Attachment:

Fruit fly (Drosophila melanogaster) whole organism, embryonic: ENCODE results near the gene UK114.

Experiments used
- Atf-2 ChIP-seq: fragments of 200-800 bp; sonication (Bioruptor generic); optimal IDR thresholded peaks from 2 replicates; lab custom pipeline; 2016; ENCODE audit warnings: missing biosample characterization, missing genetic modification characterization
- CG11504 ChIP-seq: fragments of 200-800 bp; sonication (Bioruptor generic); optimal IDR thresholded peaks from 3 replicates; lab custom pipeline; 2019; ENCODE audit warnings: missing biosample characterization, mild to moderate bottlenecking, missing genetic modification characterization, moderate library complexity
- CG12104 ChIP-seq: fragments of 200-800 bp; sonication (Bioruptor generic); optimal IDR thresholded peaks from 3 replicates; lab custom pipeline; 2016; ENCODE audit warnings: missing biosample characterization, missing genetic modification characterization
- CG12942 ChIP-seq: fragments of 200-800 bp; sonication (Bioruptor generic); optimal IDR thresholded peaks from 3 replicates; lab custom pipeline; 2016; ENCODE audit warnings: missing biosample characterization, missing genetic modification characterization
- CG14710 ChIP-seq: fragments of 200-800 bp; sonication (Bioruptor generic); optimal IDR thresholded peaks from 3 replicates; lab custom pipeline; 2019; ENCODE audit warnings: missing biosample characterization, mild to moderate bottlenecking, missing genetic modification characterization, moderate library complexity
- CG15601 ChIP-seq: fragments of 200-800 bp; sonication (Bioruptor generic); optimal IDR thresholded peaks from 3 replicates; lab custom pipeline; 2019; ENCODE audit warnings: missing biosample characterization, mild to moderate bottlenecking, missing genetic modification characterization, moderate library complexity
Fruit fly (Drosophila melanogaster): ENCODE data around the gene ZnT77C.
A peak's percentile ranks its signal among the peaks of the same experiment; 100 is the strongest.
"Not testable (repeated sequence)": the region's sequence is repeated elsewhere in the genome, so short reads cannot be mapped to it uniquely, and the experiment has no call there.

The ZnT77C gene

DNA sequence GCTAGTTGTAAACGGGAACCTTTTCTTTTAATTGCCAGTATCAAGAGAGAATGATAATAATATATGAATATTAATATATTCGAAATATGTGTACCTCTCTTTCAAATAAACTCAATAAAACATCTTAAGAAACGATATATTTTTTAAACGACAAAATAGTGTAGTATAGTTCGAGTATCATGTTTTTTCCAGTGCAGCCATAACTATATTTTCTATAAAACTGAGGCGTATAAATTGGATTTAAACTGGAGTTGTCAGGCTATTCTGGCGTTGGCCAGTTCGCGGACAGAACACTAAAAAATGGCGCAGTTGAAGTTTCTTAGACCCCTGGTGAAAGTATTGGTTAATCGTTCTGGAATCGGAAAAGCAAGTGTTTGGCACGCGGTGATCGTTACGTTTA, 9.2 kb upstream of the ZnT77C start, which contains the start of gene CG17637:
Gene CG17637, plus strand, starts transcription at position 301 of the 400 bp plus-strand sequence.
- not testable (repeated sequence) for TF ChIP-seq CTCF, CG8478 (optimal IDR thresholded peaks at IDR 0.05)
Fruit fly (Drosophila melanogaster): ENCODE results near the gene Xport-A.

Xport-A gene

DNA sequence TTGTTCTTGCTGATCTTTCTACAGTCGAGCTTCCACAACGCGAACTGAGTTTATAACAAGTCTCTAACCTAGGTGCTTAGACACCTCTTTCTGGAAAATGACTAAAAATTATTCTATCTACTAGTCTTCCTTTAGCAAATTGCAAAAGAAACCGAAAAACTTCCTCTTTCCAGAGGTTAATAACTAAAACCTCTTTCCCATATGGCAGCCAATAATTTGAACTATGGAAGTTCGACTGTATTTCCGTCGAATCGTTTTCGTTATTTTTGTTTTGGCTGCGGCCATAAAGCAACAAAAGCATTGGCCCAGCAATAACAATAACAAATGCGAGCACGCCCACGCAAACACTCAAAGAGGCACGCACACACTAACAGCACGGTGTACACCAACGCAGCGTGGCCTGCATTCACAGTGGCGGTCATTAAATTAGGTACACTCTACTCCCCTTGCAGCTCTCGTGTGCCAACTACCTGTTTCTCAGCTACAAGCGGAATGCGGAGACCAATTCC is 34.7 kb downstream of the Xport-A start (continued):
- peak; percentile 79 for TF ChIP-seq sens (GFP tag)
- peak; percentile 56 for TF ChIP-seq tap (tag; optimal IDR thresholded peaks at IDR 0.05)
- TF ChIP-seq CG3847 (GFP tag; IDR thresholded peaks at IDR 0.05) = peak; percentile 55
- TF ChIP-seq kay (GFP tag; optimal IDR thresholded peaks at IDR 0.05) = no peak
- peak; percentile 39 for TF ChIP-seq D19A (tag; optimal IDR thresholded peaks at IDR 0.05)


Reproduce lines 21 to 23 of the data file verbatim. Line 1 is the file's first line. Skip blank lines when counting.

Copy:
- TF ChIP-seq CG3847 (GFP tag; IDR thresholded peaks at IDR 0.05) = peak; percentile 55
- TF ChIP-seq kay (GFP tag; optimal IDR thresholded peaks at IDR 0.05) = no peak
- peak; percentile 39 for TF ChIP-seq D19A (tag; optimal IDR thresholded peaks at IDR 0.05)